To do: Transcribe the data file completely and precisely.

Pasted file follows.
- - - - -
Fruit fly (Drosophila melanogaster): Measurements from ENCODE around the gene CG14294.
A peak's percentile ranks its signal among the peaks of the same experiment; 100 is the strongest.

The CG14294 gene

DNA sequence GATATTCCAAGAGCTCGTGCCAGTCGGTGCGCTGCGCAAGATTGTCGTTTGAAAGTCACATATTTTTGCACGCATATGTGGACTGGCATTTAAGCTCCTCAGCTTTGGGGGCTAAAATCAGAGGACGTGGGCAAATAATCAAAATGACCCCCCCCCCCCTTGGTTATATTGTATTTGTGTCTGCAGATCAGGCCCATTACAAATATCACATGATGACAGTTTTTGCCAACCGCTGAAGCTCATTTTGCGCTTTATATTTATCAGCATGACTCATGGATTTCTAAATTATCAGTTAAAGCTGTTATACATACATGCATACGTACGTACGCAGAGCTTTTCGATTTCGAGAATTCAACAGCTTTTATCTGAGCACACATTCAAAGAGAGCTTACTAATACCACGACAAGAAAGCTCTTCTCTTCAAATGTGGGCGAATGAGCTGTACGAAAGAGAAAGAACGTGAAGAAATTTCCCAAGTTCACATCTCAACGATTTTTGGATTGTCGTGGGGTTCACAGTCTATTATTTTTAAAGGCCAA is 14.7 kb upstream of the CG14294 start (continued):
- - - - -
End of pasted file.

Fruit fly (Drosophila melanogaster): Measurements from ENCODE around the gene CG14294.
A peak's percentile ranks its signal among the peaks of the same experiment; 100 is the strongest.

The CG14294 gene

DNA sequence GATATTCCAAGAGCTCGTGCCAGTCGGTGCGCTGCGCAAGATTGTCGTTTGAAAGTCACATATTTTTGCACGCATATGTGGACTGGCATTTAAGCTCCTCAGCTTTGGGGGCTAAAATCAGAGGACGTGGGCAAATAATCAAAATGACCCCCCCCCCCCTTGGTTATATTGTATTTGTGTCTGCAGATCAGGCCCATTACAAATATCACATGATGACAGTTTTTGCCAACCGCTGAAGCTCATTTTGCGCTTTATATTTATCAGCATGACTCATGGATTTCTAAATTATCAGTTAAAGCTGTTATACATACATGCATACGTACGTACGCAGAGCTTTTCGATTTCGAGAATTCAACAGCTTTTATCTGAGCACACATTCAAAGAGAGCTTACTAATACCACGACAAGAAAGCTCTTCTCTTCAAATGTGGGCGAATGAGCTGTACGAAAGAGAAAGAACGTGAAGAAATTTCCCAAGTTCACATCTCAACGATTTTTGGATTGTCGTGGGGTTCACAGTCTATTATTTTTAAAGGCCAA is 14.7 kb upstream of the CG14294 start (continued):